Jump to content

Flooding


taxi4ballet
 Share

Recommended Posts

My heart goes out to those in the UK affected by the floods, especially the farmers and villagers in the Somerset Levels, who have been inundated for weeks already.

 

For anyone who uses a well-known internet auction site (oh, all right - ebay) I've just noticed that when you pay by paypal you can donate £1 to help those affected by the flooding.

  • Like 5
Link to comment
Share on other sites

My parents lived in Molesey in Surrey between 1956 and 1989. It is dormitory suburb of London a few hundred yards from the Thames. In September 1968 the river burst its banks and the whole of our neighbourhood was inundated in stinking, muddy water. There are some pictures from that time on the Molesey History website. For several nights our little community was on national television and I remember we did get some help from the army. 

 

The water subsided after several days but it took months for our home to dry out. Even after the house had dried out the smell of the water lingered for at least another year.

 

I escaped to St Andrews at the end of September but the damp and smell were still there when I returned for vacations.

 

I have these memories constantly in mind when I read about the floods in Somerset and the Thames Valley.

 

We get a lot of snow here in the Pennines - in fact yesterday's ballet class was cancelled because I was the only student who could make it into Huddersfield. It is disruptive for a time but we cope with it.   It stays for only a few days and generally does very little lasting damage.  Flooding is quite different.

 

All the folks affected have my sympathy and I wish I could do something to help them.

Edited by terpsichore
  • Like 2
Link to comment
Share on other sites

As far as I am aware, we here in Waterloo are not in imminent danger of flooding but the wind is currently terrifying.  The whole house is shaking.

 

About the time you wrote this, I was on the phone to someone in Lancashire.  He opened the front door, and the noise was horrendous, even at the end of the phone line.  He said it was 1987-hurricane-like conditions (only, of course, that never struck that far north).

 

I suppose I should be glad that we've only got water seeping through one of our outside walls.  I will never take cavity walling for granted again.

Link to comment
Share on other sites

It is really windy here tonight. It was hard to walk into the wind when we went out to celebrate my youngest's birthday. Our part of Lincolnshire seems to be escaping the terrible flooding other parts of the country are suffering. My heart goes out to them all. It must be dreadful for those affected.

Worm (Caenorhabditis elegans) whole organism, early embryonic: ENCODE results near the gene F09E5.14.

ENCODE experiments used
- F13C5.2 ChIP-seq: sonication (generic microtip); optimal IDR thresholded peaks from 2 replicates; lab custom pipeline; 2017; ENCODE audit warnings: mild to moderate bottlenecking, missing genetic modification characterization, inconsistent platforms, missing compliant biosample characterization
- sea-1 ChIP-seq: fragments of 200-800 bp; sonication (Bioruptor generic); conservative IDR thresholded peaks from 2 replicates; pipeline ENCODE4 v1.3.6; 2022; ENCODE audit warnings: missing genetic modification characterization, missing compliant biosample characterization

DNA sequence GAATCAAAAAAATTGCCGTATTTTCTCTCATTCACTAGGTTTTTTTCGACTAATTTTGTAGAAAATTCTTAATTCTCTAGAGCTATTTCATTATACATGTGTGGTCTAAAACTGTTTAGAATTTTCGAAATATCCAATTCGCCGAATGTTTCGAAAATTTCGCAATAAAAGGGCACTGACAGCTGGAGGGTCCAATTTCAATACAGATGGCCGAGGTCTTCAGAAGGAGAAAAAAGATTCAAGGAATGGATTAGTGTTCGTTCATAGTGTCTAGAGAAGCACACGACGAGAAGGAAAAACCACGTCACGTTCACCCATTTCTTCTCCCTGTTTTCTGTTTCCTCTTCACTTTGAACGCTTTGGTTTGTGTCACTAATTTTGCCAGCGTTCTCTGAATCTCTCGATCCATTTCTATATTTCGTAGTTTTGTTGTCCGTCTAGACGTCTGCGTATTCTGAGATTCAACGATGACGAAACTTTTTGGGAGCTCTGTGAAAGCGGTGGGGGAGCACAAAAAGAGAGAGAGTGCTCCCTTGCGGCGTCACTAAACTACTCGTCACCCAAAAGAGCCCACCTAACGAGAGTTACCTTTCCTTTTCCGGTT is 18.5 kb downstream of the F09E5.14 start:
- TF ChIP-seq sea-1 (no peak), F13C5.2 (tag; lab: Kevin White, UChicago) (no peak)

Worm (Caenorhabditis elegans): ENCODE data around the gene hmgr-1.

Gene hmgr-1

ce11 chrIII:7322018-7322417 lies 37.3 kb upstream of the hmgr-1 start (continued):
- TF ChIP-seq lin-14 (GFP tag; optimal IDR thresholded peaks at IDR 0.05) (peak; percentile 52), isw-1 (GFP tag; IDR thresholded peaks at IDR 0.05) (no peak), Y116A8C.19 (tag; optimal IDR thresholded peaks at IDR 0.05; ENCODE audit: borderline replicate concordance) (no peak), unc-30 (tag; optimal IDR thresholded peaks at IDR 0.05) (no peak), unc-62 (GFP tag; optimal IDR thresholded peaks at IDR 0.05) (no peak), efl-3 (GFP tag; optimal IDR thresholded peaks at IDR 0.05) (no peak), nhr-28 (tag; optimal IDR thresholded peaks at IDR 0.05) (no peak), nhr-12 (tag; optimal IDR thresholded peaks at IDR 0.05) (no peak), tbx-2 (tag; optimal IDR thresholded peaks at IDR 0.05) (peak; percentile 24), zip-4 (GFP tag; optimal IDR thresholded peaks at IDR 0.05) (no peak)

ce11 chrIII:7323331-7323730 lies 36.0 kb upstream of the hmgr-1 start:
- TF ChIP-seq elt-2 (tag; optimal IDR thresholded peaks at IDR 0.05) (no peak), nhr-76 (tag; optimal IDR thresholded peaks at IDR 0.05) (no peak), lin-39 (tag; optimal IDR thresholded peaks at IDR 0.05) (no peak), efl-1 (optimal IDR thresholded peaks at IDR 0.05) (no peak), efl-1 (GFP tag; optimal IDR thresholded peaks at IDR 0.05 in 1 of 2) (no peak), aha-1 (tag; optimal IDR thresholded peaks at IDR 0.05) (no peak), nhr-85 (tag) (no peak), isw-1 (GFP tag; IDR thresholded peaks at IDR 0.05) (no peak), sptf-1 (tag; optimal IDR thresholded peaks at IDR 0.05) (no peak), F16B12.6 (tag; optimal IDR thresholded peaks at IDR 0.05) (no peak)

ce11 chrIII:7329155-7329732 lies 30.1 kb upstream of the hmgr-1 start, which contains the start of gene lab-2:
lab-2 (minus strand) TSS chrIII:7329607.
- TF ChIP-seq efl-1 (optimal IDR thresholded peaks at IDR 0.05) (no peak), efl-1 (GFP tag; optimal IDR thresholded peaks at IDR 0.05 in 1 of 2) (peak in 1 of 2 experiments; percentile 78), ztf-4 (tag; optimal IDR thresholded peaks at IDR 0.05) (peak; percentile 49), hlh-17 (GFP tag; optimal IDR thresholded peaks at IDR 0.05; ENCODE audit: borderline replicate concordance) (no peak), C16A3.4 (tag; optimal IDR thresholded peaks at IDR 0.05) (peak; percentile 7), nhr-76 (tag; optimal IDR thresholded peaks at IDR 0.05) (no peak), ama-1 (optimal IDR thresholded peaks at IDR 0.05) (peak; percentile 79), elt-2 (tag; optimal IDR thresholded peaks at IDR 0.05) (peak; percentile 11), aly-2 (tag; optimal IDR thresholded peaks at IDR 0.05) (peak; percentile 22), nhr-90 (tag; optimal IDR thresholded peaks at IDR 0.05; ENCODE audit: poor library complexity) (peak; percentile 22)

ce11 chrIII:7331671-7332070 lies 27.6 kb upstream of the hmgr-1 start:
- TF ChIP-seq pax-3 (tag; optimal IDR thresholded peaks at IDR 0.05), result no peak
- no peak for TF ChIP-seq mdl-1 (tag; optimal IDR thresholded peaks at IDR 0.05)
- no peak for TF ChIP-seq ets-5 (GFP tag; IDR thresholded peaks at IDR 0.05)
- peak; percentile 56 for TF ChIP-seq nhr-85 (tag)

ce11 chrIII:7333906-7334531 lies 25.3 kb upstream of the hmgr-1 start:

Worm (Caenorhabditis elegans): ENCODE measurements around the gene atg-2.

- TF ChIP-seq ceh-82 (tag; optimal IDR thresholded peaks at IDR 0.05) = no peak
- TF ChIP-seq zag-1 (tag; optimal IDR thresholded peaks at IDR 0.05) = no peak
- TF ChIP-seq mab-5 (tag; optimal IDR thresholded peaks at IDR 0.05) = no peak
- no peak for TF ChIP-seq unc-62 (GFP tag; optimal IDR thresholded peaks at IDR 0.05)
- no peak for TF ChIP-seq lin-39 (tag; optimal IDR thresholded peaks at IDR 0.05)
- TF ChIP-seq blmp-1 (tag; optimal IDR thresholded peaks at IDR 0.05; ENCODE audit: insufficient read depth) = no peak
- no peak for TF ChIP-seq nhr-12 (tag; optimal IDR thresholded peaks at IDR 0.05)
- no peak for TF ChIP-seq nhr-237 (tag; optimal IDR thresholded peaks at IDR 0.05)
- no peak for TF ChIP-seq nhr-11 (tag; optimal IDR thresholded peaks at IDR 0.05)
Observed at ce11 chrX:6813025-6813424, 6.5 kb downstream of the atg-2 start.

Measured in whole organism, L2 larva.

Link to comment
Share on other sites

We had to evacuate my parents from their home this evening as they had no heating and food was getting low. They live in Staines along where there were lots of news teams reporting today! Luckily like a lot of homes round there the house is well built up but the water is everywhere and access near impossible. Movement around here at the moment is very difficult with so many roads flooded. The army have taken over a local council office block to run their operations from. The police on Monday were out checking everyone was ok and once mum and dad decided to leave the rescue services got them out quickly. Let's hope they can go home soon but we expect it will be at least a week.

Link to comment
Share on other sites

I've just seen a map of the UK and it looks as though the whole country is covered by this latest storm. I have family in an area that's prone to flooding but so far I'm being told that things aren't as bad as in 2007, so I hope that record isn't broken.

 

In the meantime we're at the front end of what's promised to be about a foot of snow interspersed with freezing rain. Our local power company doesn't seem to be able to get power back on for days after major storms in summer or winter, so I'm hoping the power doesn't go out. But with an ice storm expected sometime tomorrow afternoon in between the two snowstorms, I don't hold out a lot of hope for the power staying on.

Edited by Melody
Link to comment
Share on other sites